POVERTY COULD MEAN almost four million households going without heating in 2022, according to new polling data.
The research, commissioned by Save the Children, reveals that in the year ahead more than one in ten (13 per cent) of UK adults expect they will have to turn off the heating when it is cold.
The children’s charity is warning that children will suffer due to the “triple whammy” of coronavirus, rising living costs and the cut to Universal Credit taking their toll on family finances. UK inflation recently hit a 10-year high, and may rise further in 2022.
More than two in five (44 per cent) respondents also said they were worried about money going into 2022. As a result of financial pressures, more than half (54 per cent) are concerned about being able to pay their household bills and more than a quarter (28 per cent) say they’ll struggle to afford food.
Asked about the main causes of their money worries:
- Seven in 10 (71 per cent) said that rising costs of living (e.g. prices of food, energy, heating and fuel) were a main cause of their money worries
- Almost one in three (32 per cent) said their wages were too low to cover their living costs
- Nearly one in five (17 per cent) have lost their job or fear they will in 2022.
- Almost a fifth of all respondents (19 per cent) reported that their Universal Credit payments were too low to cover their living costs
One in 10 (10 per cent) parents surveyed were also worried that financial difficulties may result in their child finding it harder to keep up at school, while a similar number (11 per cent) were worried that their child would have to miss out on school trips, sports or other extra-curricular activities.
As the latest wave of coronavirus threatens wages and job security, and energy costs and taxes set to rise in Spring, Save the Children is urging the UK government to provide families with financial assistance to help them cope in the year ahead.
Dan Paskins, Director of UK Impact at Save the Children, said: “In the year 2022, every child in the UK should be guaranteed enough food to eat and a warm home to learn, sleep and play in. But today’s findings confirm that, as costs of food and fuel rise more quickly than incomes, millions of families in the UK are worrying about how they’ll stay afloat in the year ahead.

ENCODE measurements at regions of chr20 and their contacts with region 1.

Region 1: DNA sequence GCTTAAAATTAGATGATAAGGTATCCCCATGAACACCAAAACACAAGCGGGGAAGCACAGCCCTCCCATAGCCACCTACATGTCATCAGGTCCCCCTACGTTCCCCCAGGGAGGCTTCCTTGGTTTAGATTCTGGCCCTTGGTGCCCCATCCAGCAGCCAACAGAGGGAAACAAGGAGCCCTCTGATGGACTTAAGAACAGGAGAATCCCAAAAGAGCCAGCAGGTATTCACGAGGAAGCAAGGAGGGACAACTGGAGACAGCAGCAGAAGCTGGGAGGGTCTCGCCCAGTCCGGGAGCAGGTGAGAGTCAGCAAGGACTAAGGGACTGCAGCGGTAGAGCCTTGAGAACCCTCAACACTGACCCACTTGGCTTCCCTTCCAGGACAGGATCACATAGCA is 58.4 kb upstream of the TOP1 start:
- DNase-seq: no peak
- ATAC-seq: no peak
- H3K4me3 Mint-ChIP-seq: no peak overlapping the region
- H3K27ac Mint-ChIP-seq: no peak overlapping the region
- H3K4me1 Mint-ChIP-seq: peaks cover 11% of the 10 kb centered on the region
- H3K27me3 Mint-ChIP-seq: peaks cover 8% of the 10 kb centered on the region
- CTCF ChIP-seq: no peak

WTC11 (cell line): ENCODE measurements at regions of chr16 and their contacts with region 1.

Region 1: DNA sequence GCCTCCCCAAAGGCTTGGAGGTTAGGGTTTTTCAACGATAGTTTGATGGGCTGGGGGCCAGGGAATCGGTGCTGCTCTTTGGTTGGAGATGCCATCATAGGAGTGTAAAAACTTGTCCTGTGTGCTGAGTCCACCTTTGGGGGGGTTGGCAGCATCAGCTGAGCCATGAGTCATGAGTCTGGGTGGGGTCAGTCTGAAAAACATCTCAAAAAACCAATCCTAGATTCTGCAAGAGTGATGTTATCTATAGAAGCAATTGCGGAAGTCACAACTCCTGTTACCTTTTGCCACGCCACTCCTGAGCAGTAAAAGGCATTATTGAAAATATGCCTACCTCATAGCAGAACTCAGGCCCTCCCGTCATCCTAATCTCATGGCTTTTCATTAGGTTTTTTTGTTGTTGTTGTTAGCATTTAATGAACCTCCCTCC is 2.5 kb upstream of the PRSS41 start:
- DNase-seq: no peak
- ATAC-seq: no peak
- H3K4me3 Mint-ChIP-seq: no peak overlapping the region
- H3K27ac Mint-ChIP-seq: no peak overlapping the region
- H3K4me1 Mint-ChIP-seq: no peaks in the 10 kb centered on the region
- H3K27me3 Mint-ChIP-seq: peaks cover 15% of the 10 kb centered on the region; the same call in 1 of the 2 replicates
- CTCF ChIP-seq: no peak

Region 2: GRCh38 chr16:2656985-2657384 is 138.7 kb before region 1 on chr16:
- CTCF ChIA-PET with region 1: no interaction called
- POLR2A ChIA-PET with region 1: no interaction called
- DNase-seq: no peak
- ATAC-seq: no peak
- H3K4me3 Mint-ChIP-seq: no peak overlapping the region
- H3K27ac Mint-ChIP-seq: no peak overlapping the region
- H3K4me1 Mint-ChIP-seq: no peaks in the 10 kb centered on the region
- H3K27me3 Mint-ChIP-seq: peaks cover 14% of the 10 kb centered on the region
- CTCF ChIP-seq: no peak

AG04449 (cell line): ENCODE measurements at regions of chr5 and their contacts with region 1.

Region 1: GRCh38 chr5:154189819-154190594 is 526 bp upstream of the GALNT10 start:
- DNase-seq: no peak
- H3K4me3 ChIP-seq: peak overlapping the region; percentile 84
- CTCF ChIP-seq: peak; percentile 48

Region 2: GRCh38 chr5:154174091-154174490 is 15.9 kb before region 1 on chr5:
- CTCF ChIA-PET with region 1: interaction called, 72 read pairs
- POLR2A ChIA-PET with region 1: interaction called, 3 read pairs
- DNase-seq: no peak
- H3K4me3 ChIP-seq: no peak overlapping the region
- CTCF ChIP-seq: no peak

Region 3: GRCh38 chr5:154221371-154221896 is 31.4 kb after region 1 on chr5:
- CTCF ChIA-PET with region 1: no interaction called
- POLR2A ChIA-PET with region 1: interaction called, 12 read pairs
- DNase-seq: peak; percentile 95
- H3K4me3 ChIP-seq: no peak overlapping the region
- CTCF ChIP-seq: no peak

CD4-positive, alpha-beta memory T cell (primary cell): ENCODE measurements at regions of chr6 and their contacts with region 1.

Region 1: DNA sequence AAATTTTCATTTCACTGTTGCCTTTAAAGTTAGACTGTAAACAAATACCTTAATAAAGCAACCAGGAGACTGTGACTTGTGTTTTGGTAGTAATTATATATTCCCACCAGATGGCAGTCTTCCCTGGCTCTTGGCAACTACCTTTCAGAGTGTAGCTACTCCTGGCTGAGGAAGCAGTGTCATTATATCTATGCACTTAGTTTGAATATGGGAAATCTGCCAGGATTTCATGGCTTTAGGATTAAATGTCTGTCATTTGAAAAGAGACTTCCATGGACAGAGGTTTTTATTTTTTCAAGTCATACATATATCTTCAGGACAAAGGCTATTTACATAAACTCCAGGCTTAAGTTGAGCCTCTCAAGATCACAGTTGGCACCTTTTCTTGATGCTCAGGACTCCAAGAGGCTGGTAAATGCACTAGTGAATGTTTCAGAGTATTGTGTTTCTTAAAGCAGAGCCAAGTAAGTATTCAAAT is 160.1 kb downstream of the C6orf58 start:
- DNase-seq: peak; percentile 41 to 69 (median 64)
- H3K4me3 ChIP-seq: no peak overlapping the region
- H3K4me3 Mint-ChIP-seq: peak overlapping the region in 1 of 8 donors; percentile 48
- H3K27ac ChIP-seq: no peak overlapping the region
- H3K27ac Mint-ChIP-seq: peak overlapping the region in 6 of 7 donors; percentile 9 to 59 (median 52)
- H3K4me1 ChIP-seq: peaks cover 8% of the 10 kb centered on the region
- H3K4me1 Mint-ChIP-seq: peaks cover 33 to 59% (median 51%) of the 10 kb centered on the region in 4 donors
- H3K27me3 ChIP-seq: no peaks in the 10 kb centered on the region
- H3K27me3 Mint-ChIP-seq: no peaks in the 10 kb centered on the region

“Parents we work with tell us that they’re having to choose between heating their homes and buying clothes for their children. Many are constantly worried about meeting basic costs like food and bills. And children are paying the price, whether through missing out on sports or school trips or struggling to keep up at school because they’re cold at home.
“This pandemic has made it clear that we need a strong social security system to support families when things get tough. The previous boost to Universal Credit was a lifeline for families up and down the country. A targeted increase to Universal Credit would help families and provide some much needed relief for those facing hardship in the year ahead.”
In April 2020 Save the Children launched Emergency Response grants to support families in the UK living in poverty and impacted by the coronavirus pandemic. These grants provide essential household items such as table and chairs, beds, pushchairs, supermarket vouchers to buy food, as well as a package of play and learning activities, toys and resources to support early learning at home. Since launching, Save the Children have distributed 8,215 grants to families, supporting almost 18,000 children across the UK.
* Source: Save the Children